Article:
Presenter: Len Bui, PhD student
Date: Friday 1 October 2010
Time: 2.30 PM – 3:30 PM
Location: 11B24

4. Workshop ISE – Fri 24/9 11B24 2:30-3:30

Topic: Chaos Theory and Its Application to EEG-Based Brain Computer Interfaces
Abstract: Brain-Computer Interface (BCI) is an emerging research field attracting a lot of research effort from researchers around the world. Its aim is to build a new communication channel that allows a person to send commands to an electronic device using his/her brain activities. The majority of promising non-invasive BCI systems to date exploit electroencephalography (EEG) signal, mainly due to its fine temporal resolution, ease of use, portability and low set-up cost. From various experiments, it has been well established that brain activities and EEG recordings show many characteristics of chaotic behaviour and could be explained on the basis of mathematical chaos theory. In this seminar, I will present some core concepts of chaos theory and its application to EEG-based BCI systems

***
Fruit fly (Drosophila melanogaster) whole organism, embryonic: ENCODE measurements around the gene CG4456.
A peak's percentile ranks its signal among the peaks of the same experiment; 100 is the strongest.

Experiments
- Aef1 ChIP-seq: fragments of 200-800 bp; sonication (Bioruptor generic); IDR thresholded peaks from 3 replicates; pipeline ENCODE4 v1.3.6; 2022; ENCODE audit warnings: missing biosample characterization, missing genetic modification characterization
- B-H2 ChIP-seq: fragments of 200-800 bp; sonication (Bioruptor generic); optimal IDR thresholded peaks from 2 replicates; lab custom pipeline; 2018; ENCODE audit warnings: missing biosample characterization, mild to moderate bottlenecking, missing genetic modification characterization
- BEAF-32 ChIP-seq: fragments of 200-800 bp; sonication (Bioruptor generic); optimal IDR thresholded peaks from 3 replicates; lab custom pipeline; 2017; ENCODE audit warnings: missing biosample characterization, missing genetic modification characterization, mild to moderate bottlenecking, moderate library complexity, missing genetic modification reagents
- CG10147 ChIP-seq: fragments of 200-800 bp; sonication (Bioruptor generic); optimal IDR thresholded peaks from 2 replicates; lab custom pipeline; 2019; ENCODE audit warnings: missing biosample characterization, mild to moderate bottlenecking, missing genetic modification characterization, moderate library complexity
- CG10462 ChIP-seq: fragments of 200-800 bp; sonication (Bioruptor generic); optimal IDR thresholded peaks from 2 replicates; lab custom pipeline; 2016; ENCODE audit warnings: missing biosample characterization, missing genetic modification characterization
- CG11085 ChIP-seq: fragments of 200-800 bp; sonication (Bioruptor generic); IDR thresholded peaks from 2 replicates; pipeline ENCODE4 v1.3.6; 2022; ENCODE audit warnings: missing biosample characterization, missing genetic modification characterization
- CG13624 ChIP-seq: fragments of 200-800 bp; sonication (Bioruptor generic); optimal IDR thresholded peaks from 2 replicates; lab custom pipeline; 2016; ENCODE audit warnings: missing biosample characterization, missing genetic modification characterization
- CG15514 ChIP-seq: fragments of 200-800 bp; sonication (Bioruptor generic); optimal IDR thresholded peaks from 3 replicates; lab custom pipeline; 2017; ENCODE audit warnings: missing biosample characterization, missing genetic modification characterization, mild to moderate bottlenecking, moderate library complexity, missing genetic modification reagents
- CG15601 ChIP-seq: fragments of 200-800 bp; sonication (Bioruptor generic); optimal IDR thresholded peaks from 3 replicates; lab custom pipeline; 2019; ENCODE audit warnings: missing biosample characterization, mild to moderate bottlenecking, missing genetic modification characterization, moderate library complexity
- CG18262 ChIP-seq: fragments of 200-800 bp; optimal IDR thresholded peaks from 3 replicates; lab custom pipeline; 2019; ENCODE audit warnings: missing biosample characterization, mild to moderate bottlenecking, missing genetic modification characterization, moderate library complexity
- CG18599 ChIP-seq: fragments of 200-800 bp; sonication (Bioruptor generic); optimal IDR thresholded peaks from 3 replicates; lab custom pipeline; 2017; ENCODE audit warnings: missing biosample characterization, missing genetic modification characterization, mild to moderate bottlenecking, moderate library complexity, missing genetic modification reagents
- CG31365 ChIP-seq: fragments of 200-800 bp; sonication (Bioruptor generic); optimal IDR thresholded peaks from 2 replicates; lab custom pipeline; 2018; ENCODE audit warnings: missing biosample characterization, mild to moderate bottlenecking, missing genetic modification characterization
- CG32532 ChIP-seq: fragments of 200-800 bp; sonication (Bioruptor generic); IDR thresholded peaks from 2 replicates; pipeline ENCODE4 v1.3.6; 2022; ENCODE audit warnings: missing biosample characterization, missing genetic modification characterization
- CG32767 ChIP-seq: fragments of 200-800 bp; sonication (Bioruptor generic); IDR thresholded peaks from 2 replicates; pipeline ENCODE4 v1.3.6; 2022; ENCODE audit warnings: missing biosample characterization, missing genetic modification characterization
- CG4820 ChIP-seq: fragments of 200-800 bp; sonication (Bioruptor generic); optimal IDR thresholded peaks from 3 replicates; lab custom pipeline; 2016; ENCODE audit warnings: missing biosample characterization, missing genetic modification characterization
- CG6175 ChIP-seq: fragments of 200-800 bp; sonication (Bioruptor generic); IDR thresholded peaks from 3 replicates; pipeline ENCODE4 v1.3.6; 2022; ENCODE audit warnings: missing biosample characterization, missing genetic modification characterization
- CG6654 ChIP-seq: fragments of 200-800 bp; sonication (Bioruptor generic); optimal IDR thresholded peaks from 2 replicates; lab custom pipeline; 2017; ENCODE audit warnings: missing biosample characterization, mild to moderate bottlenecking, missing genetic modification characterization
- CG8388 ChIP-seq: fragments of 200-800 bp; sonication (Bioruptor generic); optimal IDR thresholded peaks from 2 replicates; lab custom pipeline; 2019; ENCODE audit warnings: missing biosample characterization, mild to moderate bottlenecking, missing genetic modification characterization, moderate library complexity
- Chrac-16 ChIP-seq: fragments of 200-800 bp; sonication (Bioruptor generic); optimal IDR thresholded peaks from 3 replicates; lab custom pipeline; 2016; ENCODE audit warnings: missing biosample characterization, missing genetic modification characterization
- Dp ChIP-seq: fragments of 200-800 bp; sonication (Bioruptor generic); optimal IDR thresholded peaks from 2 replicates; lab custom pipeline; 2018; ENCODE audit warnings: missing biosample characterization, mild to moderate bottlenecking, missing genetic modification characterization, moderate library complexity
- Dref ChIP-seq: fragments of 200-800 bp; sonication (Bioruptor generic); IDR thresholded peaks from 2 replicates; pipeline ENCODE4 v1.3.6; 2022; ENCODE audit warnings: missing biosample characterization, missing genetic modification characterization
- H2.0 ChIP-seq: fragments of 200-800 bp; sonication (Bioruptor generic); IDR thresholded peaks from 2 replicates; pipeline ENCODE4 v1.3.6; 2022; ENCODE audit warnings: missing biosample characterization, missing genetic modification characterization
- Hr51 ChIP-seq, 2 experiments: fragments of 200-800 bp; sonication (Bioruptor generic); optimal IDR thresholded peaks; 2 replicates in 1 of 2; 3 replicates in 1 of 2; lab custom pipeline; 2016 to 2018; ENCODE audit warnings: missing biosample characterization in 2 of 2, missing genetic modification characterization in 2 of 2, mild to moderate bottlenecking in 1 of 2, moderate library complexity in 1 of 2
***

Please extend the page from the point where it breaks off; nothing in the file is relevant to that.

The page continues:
Presenter: Tuan Hoang, PhD student
Date: Friday 24/9 2010
Time: 2.30 PM – 3:30 PM
Location: 11B24

3. Workshop ISE – Fri 22/10 11B24 2:30-3:30

Topic:
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Presenter: Tuan Hoang, PhD student
Date: Friday 2010
Time: 2.30 PM – 3:30 PM
Location: 11B24

2. Workshop ISE – Fri 22/10 11B24 2:30-3:30

Topic:
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Presenter: , PhD student
Date: Friday 2010
Time: 2.30 PM – 3:30 PM
Location: 11B24

1. Workshop ISE – Fri 22/10 11B24 2:30-3:30

Topic:
Abstract:
Presenter: , PhD student
Date: Friday 2010
Time: 2.30 PM – 3:30 PM
Location: 11B24